To Love Again (Remastered) Diana Ross
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- 1It's My Turn03:53
- 2Stay With Me03:41
- 3One More Chance04:15
- 4Cryin My Heart Out For You03:40
- 5Theme From Mahogany (Do You Know Where You're Going To) (Single Version)03:19
- 6I Thought It Took A Little Time (But Today I Fell In Love)03:22
- 7To Love Again04:08
- 8No One's Gonna Be A Fool Forever03:09
- 9Touch Me In The Morning03:27
Info zu To Love Again (Remastered)
"To Love Again" is a 1981 studio/compilation album by Diana Ross. It featured both new recordings and previously-released material. The album was produced by Michael Masser.
Following the success of 1980's Diana, produced by Chic, Motown released this set in early 1981 consisting of old and newly recorded love songs by Ross and Masser.
"It's My Turn" was the main theme from a 1980 movie starring Michael Douglas and Jill Clayburgh and had been released both on the soundtrack album and as a single prior to the To Love Again compilation, becoming a top ten hit on the Billboard Hot 100. Two of the three new recordings, "One More Chance" and "Cryin' My Heart Out for You", were also issued as singles. The final new recording, "Stay With Me", was previously recorded by Roberta Flack in 1979. All tracks on side 2 of the original vinyl were previously released archive recordings by Ross and Masser from the 1970s.
Combining the new and older tracks, Motown released To Love Again (Motown 951) in February of 1981, also releasing the ballad “Once More Chance” as Diana’s latest single the same month. Neither was a huge hit, which isn’t a big surprise; not only did Diana do zero promotion for the album, but there’s a fundamental issue that project like To Love Again must resolve. The problem with placing new songs and established hits on a single album is, of course, that the new songs have to compete against those that are already proven winners. Every single one of the final five songs – especially “Touch Me In The Morning,” “Theme From Mahogany,” and “To Love Again” — are strong, standout Diana Ross tracks. “It’s My Turn” easily stands among them; unfortunately, the other three new recordings aren’t even close. Therefore, To Love Again is an uneven and not always satisfying listen, although it’s fitting that an album released less than a year before Diana’s “new start” at RCA features some of the greatest highlights from her career thus far.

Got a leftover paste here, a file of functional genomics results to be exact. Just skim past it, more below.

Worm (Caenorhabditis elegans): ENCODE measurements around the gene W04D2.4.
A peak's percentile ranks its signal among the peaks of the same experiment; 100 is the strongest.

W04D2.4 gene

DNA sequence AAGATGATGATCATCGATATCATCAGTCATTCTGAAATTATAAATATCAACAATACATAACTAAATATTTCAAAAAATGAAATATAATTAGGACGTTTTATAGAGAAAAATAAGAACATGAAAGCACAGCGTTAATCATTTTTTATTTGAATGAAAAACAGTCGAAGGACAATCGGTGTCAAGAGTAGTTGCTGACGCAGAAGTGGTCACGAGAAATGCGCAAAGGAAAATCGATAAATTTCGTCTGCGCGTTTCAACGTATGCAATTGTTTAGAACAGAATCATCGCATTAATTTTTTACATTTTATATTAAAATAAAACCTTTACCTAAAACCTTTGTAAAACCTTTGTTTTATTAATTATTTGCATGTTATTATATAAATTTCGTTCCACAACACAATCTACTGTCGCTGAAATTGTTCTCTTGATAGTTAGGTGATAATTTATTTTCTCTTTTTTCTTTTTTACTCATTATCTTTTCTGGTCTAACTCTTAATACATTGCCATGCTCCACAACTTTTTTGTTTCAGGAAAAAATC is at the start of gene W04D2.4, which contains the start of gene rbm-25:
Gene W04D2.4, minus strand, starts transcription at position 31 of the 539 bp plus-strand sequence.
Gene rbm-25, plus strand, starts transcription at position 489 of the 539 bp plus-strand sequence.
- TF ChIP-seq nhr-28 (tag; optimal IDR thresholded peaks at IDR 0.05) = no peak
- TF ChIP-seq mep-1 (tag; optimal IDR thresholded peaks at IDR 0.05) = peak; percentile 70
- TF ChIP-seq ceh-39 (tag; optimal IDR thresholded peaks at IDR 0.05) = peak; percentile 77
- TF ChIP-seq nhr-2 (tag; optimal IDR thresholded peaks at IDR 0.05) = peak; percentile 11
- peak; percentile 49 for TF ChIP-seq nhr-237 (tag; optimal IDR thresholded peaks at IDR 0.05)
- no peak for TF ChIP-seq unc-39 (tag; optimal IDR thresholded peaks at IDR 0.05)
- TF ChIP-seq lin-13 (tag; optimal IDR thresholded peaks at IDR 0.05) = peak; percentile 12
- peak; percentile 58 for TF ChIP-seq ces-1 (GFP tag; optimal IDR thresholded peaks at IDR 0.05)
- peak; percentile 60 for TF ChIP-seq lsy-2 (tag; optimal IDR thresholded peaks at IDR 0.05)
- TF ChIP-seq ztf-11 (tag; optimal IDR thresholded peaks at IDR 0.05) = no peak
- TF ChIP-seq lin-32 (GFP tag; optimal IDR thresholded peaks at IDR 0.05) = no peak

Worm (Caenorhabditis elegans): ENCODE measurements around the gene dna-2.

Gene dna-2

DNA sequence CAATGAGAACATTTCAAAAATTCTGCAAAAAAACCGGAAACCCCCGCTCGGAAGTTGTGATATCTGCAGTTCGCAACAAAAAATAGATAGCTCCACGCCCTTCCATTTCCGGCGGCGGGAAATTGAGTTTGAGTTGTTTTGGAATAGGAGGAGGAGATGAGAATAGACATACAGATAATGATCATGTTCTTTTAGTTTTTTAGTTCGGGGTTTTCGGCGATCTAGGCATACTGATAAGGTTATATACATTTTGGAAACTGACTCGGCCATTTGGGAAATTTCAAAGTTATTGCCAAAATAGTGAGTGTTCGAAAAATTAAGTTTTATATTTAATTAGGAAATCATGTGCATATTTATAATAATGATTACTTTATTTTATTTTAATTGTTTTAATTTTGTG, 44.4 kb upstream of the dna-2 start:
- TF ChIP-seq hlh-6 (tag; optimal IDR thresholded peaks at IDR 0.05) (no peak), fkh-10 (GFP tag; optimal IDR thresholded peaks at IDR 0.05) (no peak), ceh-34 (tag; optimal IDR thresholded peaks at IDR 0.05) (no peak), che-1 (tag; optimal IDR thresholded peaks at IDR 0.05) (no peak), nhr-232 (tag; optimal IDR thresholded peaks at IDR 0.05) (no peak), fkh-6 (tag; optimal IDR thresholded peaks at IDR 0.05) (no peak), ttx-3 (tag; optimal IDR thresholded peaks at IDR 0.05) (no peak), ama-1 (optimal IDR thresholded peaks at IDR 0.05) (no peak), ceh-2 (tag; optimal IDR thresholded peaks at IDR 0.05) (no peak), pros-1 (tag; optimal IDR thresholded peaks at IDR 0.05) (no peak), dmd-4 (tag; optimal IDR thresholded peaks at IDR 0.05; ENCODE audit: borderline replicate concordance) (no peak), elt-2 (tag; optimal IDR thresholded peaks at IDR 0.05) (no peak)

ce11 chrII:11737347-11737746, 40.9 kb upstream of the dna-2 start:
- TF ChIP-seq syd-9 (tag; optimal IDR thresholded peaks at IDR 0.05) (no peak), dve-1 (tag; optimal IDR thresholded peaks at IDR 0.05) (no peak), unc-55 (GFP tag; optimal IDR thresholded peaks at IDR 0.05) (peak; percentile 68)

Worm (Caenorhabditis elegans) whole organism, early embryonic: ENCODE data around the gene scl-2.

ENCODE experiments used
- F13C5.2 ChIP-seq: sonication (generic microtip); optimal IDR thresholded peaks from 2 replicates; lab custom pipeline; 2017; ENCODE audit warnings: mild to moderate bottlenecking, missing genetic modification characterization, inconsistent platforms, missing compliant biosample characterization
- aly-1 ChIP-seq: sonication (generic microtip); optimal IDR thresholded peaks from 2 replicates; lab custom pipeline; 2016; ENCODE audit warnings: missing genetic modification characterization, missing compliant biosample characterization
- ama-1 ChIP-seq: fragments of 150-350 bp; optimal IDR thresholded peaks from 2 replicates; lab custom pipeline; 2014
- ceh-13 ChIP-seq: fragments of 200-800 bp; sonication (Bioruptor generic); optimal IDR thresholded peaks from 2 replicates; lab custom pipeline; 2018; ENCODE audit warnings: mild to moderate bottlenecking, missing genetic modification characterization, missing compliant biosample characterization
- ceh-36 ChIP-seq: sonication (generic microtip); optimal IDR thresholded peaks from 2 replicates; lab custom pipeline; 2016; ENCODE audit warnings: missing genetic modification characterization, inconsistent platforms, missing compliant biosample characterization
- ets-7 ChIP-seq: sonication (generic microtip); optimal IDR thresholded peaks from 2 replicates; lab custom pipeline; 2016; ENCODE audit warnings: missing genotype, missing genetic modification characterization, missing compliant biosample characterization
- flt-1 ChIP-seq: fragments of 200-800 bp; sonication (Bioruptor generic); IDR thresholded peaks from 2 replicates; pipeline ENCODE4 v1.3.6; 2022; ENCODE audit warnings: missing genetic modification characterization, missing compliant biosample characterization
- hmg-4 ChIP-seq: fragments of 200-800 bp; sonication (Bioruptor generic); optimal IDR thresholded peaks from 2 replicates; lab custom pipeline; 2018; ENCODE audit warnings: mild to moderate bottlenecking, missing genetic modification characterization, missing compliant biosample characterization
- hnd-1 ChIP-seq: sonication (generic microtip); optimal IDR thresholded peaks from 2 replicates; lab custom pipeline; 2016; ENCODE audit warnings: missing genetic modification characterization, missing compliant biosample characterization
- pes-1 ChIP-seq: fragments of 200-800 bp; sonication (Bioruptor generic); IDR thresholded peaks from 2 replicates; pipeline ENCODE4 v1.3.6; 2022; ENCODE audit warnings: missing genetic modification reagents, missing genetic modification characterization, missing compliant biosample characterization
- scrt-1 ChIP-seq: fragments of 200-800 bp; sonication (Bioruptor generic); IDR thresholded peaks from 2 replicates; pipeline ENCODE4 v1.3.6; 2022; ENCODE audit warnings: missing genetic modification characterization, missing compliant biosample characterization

While still in high school Ross became the fourth and final member of the Primettes, who recorded for Lu-Pine in 1960, signed to Motown Records in 1961 and then changed their name to the Supremes. She was a backing vocalist on the group's early releases, until Motown boss Berry Gordy insisted that she become their lead singer, a role she retained for the next six years. In recognition of her prominent position in the Supremes, she received individual billing on all their releases from 1967 onwards.
Throughout her final years with the group, Ross was being groomed for a solo career under the close personal supervision of Gordy. In late 1969, he announced that Ross would be leaving the Supremes, and she played her final concert with the group in January 1970. The same year, following the relative failure of "Reach Out And Touch (Somebody's Hand)", Ross began a long series of successful solo releases with the US chart-topping "Ain't No Mountain High Enough". She continued to enjoy success with lightweight love songs in the early 70s, with "I'm Still Waiting" topping the UK charts in 1971, and "Touch Me In The Morning" becoming her second US number 1 in 1973.
In April 1971, she had married businessman Robert Silberstein. Motown's plan to widen Ross' appeal led her to host a television special, Diana!, in 1971. In 1972, she starred in Motown's film biography of Billie Holiday, Lady Sings The Blues, winning an Oscar nomination for her stirring portrayal of the jazz singer's physical decline into drug addiction. However, subsequent starring roles in Mahogany (1975) and The Wiz (1978) drew a mixed critical response. In 1973, she released an album of duets with Marvin Gaye, though allegedly the pair did not meet during the recording of the project. She enjoyed another US number 1 with the theme song from Mahogany, subtitled "Do You Know Where You're Going To", in 1975.
Her fourth US chart-topper, "Love Hangover" (1976), saw her moving into the contemporary disco field, a shift of direction that was consolidated on the 1980 album Diana, produced by Nile Rodgers and Bernard Edwards of Chic. Her choice of hit material continued to be inspired and the 80s started with a major hit, "Upside Down", which rooted itself at the top of the US chart for a month, and reached number 2 in the UK. Similar but lesser success followed with "I'm Coming Out" (US number 5) and "It's My Turn" (US number 9), although she enjoyed another UK Top 5 hit with the jaunty "My Old Piano". The following year a collaboration with Lionel Richie produced the title track to the movie Endless Love.
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